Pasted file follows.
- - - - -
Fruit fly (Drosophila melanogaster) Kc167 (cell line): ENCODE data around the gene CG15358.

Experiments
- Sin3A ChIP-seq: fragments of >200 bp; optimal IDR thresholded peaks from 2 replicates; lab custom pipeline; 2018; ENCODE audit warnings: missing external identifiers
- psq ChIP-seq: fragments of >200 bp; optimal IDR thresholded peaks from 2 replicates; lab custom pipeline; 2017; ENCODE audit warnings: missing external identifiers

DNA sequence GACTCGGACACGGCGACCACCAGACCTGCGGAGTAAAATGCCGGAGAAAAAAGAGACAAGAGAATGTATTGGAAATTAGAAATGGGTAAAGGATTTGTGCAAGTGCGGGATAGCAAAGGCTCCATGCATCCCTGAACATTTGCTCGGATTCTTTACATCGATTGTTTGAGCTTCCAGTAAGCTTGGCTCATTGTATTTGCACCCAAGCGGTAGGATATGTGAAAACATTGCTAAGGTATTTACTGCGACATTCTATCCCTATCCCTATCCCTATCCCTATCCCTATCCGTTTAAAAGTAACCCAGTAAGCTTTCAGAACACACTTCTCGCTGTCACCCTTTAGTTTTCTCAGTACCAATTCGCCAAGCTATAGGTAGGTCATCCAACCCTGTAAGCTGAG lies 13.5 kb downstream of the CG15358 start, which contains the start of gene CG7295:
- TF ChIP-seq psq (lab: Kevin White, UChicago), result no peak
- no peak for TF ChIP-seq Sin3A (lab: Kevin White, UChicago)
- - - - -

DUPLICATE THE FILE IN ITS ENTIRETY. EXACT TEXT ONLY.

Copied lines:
Fruit fly (Drosophila melanogaster) Kc167 (cell line): ENCODE data around the gene CG15358.

Experiments
- Sin3A ChIP-seq: fragments of >200 bp; optimal IDR thresholded peaks from 2 replicates; lab custom pipeline; 2018; ENCODE audit warnings: missing external identifiers
- psq ChIP-seq: fragments of >200 bp; optimal IDR thresholded peaks from 2 replicates; lab custom pipeline; 2017; ENCODE audit warnings: missing external identifiers

DNA sequence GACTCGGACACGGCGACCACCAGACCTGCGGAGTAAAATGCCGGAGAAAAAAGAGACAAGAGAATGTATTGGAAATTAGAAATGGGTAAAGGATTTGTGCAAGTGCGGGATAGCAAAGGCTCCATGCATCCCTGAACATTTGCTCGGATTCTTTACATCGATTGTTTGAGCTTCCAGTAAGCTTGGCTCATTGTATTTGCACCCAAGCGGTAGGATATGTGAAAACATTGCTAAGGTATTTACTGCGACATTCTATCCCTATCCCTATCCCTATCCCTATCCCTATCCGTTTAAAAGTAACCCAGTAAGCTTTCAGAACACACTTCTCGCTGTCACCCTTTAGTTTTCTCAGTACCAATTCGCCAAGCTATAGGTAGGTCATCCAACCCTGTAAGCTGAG lies 13.5 kb downstream of the CG15358 start, which contains the start of gene CG7295:
- TF ChIP-seq psq (lab: Kevin White, UChicago), result no peak
- no peak for TF ChIP-seq Sin3A (lab: Kevin White, UChicago)